Mary Carter holding Bella, with her children Jackie (left), Chloe and Hugo Christian.
Photograph courtesy of AWLA
It’s never too late in life to find love. Even for senior dogs.
Mary Carter and her family know all about it. Carter, her husband and their three children — Chloe, 12, Jackie, 10, and Hugo, 4 — had left their California home, traveled the world for most of 2019 and then settled in Baltimore. To keep a promise Carter had made to the family, as soon as they bought a house they set out to find a dog.
Carter immediately thought of an old friend who was now the Executive Director of the Animal Welfare League of Alexandria, Stella Hanly. Was there, by chance, a special dog at the shelter that might fit in with Carter’s family?
Hanly described an eight-year-old Chihuahua mix who had come to the AWLA from a shelter in West Virginia; she was a gentle soul but also very playful. It wasn’t long before Carter and her children were meeting “Meemaw” on Zoom, seeing her rich brownish-black fur and floppy ears, and most of all, her sweetness. They were informed about her health challenges — a severe heart murmur, for which she was taking medications. It didn’t matter to them.
“We were so in love with her, we were prepared to move mountains to make sure that for her time left she’d feel loved, healthy and safe,” Carter said.
After undergoing dental surgery that left her with almost no teeth, Meemaw joined Carter’s family in August and seemed to thrive. She loved accompanying the family on walks and would routinely roll over to let them rub her rotund belly. She forged a special bond with oldest child Chloe, who was feeling especially lonely in the pandemic. Meemaw slept in Chloe’s room most nights.
A veterinary cardiologist told them that Meemaw might soon need treatment for her heart, but it didn’t seem to be urgent. But in October, Meemaw’s behavior changed dramatically; she had no appetite for her food and wasn’t interested in going for walks. An emergency room visit confirmed that Meemaw had a poor prognosis, and in a few days the family realized that the kindest thing for their beloved dog would be euthanasia.
“We were just in shock,” Carter recalled. “This had happened so quickly. But we decided we should keep our hearts open because Meemaw would have wanted that.” Maybe there was another dog out there to cherish?
Carter called Hanly at the AWLA once again. She told Hanly that in Meemaw’s memory, they would like to continue to adopt senior dogs who needed extra TLC. Hanly had had first-hand experience with another Chihuahua mix, this one a 12-year-old blonde pup known as Bella, who had been Hanly’s office mate for several weeks. Like Meemaw, Bella had been transferred to the AWLA from a rescue group and had significant health issues: She had needed surgery to remove multiple tumors, along with some major dental work. She also was suffering from heartworm, which would require several months of treatment. Carter thought she sounded perfect for the family.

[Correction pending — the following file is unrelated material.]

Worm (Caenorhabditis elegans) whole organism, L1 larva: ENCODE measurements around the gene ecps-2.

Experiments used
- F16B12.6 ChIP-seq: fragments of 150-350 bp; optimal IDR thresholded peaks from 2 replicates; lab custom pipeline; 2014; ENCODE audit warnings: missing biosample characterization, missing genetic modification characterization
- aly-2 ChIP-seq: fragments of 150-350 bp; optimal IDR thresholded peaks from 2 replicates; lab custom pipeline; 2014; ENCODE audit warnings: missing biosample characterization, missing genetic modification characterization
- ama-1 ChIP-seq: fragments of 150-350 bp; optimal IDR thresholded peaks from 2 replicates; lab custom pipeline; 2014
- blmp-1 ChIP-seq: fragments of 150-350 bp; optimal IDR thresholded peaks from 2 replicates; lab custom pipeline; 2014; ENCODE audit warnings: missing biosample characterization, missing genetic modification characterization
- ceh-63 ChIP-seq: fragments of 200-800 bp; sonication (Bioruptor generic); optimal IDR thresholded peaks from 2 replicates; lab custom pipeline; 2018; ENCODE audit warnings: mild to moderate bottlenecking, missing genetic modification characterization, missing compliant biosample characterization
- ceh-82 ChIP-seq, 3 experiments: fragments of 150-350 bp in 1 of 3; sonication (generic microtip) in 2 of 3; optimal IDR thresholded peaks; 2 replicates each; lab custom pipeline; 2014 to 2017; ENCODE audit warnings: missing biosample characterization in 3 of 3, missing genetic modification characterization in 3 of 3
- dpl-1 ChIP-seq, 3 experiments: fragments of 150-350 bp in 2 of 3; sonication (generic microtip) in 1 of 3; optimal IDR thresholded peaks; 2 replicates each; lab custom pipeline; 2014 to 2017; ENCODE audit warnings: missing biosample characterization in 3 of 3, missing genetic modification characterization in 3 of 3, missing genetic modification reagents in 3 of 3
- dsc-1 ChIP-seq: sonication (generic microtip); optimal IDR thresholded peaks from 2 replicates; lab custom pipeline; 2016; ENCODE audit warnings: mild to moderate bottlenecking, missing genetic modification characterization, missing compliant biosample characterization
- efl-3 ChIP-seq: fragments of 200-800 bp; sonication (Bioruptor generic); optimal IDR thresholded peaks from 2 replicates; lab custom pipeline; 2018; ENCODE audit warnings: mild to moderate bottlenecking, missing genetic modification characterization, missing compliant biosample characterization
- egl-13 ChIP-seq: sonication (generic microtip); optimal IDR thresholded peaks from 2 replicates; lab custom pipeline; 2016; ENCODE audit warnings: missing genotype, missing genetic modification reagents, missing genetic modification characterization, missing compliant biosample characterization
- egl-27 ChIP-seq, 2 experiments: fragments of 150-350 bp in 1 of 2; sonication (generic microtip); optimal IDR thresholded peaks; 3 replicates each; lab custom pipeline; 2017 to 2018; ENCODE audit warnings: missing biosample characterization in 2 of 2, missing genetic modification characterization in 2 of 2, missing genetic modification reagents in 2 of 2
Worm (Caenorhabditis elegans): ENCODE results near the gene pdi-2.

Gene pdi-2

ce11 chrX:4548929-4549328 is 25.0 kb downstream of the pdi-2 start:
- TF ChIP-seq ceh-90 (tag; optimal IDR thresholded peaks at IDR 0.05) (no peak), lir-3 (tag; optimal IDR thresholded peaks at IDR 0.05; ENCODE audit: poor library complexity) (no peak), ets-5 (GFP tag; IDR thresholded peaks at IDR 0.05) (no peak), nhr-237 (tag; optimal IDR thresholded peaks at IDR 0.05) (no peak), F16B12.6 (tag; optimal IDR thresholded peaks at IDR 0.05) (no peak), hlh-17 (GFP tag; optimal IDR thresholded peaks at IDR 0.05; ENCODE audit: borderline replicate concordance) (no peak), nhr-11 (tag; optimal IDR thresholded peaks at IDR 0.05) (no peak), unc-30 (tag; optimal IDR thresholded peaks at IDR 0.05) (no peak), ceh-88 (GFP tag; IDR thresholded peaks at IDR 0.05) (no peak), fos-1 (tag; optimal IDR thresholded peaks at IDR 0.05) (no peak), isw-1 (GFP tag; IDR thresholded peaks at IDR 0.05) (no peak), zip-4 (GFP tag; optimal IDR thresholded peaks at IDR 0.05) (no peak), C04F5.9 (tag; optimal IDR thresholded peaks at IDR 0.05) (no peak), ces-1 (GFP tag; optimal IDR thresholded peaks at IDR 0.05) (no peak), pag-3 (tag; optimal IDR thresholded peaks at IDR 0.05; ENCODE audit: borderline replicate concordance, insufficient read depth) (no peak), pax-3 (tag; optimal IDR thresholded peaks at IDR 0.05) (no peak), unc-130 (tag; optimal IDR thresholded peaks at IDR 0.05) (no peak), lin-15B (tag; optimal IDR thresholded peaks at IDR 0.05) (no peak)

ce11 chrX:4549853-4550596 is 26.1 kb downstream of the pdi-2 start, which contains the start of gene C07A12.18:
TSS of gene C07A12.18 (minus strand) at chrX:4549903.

Carter and her family adopted Bella on Nov. 12, and she is thriving. As sweet and mild mannered as Meemaw, Bella is on the shy side, so quiet that they added a little cat bell to her collar. She often stations herself in her favorite bed, brought home with her from the AWLA, and when she’s ready for human attention she stands up and looks at one of the family. Usually it’s Carter’s husband, James Christian, that she goes to. She’s chosen him as her favorite, though she loves the children and Carter as well.
Hanly is gratified by the family’s support of Bella. “I always think senior dogs teach people that every day together is a gift,” she said. “In a more practical sense, senior dogs are typically house trained and sleep a lot. They mostly just want to snuggle while you watch TV, and that suits a lot of people very well.”
Carter has no regrets about the family’s adoption choices. “We only had Meemaw for just shy of three months,” she said. “In that time we got the most out of what we had. We created a lot of memories, and we still talk about them: the first day we brought her home, things she did that surprised us. Now we’re creating memories with Bella. They enrich us and our lives, maybe for a few months, maybe for a few years. That puts more value on the time we do have.
“I think that’s our takeaway from 2020 — to take better care of the vulnerable among us.”
The Animal Welfare League of Alexandria is a local 501(c)(3) organization that operates the Vola Lawson Animal Shelter, Alexandria's only open-access animal shelter. In response to the global pandemic, the AWLA has initiated a virtual adoption process and is operating a Pet Pantry that provides pet food and supplies to community members in need. The AWLA also offers assistance to Alexandrians with questions about wildlife and animals in the community. More information can be found at https://alexandriaanimals.org/.